The draw of blue collar jobs in Taiwan
For many Asians, the definition of success is getting a college degree and a white collar job, preferably as a doctor, lawyer or engineer.
But in Taiwan, an increasing number of people are switching from white collar to blue collar work, partly because degree holders cannot earn the kind of salary they want.
Many are ditching the office life altogether, turning the traditional Asian concept of modern-day success upside down.
Although the government's Council of Labor Affairs does not keep statistics on the number of white-collar workers or degree holders opting for blue collar jobs, vocational training centres in Taiwan say they have seen an increase in people with higher education backgrounds - even PhD holders - in recent years.
"We're seeing this trend now perhaps because there are too many college degree holders for the job market. But also people no longer place so much importance on diplomas," said Florence Kao, director of the Taipei Vocational Development Institute.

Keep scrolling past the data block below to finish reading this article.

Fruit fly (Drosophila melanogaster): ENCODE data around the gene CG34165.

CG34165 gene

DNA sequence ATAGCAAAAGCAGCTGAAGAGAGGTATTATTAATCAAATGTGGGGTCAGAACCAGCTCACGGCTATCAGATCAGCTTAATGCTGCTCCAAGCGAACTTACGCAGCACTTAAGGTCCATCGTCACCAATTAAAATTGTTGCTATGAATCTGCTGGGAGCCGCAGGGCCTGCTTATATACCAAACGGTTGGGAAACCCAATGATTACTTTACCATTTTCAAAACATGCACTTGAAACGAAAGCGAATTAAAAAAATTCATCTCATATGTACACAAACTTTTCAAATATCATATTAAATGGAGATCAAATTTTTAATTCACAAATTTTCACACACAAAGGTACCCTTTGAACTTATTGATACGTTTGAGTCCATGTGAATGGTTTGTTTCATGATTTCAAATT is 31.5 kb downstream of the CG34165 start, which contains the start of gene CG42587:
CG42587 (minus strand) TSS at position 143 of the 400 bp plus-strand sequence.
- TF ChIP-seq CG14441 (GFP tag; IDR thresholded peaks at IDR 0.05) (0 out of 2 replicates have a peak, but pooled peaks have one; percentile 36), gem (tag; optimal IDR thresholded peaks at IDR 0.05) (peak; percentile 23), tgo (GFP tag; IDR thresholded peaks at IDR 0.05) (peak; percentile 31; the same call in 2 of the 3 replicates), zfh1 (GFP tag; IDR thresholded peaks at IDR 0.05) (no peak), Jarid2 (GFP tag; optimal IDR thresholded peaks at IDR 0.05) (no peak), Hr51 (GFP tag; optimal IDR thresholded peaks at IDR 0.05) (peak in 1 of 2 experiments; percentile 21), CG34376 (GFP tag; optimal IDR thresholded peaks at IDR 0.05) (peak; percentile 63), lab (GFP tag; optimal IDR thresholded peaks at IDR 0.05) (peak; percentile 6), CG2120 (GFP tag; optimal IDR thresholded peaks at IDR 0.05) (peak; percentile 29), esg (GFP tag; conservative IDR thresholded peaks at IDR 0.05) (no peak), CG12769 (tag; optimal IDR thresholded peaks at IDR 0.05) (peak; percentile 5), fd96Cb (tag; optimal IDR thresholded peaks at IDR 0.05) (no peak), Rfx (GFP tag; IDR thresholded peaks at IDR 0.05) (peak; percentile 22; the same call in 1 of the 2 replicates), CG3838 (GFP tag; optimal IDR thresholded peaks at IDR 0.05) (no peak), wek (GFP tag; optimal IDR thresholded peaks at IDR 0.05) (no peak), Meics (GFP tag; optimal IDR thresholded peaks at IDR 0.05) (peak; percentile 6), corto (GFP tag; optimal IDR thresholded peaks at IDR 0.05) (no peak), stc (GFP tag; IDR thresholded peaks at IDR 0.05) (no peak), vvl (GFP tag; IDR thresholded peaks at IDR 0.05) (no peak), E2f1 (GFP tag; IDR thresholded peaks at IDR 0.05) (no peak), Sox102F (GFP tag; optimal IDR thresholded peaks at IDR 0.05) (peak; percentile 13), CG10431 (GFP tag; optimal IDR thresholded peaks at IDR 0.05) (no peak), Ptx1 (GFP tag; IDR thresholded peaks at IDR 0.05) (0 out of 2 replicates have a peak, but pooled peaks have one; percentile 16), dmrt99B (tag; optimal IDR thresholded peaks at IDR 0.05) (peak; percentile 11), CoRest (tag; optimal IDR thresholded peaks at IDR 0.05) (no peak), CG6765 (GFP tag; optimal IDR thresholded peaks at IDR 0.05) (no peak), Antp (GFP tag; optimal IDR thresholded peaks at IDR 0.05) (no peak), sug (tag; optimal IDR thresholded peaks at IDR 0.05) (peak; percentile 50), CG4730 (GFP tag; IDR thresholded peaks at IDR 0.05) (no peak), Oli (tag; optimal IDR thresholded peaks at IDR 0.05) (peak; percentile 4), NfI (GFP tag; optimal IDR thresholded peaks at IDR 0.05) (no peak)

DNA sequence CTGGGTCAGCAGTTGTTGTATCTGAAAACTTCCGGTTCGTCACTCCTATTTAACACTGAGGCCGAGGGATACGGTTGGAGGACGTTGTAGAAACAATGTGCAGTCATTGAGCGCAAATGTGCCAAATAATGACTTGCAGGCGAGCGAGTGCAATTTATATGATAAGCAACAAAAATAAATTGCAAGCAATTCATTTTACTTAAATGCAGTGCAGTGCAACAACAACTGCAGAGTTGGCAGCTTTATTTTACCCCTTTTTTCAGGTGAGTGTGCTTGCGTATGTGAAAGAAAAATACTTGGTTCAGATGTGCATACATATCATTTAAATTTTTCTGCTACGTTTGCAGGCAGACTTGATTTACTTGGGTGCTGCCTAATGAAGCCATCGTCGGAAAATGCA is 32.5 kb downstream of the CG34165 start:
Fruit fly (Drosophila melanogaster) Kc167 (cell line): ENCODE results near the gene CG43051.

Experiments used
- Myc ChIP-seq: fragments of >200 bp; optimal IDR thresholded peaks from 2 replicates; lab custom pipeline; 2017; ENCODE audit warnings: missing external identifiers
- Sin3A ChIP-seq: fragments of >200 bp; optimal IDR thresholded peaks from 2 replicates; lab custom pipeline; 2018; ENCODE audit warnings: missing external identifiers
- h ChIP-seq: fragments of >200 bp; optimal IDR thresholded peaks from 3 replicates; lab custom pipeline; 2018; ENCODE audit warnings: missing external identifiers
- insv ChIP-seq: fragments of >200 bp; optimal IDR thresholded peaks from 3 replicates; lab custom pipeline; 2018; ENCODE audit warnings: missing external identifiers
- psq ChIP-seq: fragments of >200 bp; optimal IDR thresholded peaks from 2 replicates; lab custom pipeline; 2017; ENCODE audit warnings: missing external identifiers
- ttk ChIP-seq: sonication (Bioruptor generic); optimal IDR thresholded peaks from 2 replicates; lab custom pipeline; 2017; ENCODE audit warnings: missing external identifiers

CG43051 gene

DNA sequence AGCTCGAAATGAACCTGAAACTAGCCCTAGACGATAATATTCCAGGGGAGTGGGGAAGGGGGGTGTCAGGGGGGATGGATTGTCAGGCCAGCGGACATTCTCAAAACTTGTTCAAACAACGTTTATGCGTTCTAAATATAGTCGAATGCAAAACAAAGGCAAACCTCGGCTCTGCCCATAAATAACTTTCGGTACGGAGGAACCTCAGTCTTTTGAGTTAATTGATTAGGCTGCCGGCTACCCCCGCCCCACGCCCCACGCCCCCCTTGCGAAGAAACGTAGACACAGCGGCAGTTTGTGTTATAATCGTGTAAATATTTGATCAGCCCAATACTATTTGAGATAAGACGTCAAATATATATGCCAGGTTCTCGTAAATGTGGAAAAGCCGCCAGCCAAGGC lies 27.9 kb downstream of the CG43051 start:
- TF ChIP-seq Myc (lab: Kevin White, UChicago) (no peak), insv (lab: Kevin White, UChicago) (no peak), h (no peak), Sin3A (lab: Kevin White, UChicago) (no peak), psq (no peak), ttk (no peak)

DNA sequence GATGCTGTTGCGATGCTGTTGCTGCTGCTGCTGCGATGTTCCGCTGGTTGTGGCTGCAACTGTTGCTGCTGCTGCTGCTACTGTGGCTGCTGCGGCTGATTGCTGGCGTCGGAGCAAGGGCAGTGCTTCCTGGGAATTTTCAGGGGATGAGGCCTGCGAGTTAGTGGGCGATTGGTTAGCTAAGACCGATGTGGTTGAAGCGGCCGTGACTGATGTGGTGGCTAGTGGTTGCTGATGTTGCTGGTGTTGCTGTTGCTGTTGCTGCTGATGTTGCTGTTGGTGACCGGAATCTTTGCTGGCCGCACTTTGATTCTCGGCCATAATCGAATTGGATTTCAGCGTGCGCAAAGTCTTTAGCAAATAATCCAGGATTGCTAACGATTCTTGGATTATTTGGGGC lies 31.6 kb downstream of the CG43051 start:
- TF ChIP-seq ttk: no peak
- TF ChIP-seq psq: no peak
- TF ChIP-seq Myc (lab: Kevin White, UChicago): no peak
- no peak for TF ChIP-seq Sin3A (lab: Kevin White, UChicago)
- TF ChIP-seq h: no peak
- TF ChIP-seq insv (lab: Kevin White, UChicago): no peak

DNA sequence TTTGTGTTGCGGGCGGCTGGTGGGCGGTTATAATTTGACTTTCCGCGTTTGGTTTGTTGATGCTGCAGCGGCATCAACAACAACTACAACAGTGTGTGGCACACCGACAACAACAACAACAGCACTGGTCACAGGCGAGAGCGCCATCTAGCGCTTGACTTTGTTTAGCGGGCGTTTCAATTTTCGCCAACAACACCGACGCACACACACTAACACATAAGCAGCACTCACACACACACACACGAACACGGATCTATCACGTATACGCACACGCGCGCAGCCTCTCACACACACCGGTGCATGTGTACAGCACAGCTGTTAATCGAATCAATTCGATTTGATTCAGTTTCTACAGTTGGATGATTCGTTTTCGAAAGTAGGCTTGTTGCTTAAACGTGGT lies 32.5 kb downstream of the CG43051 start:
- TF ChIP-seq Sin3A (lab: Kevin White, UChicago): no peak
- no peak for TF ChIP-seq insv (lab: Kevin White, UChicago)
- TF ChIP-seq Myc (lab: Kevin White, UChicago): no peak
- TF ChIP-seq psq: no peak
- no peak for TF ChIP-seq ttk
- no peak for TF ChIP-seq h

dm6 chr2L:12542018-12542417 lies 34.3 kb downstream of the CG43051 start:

"They think if they have a vocational skill, they can also live happily."
More than 77% of office workers who filled out a recent online questionnaire by yes123, a local job bank, said they would be willing to switch to certain blue collar work. The main reason: low wages and difficulty in finding well-paying white collar jobs.
The average salary for someone fresh out of college is only about $850 (£529) a month, the same as for many entry-level blue collar jobs, Ms Kao said. But whereas office workers' pay will increase to at most $1,000 after two years, some blue collar workers, especially plumbers and electricians, can earn as much as $2,000.
After factoring in inflation, Taiwan's real wages were lower than the level they were at 16 years ago. That is especially disappointing to people who spent money and time to get a higher education. And many white collar workers are not paid by the hour; they have to get their work done no matter how long it takes, with no overtime pay.
These factors are leading more young people to ignore their parents' hopes for them to have a cushy desk job in an air conditioned office, and re-evaluate what career happiness means.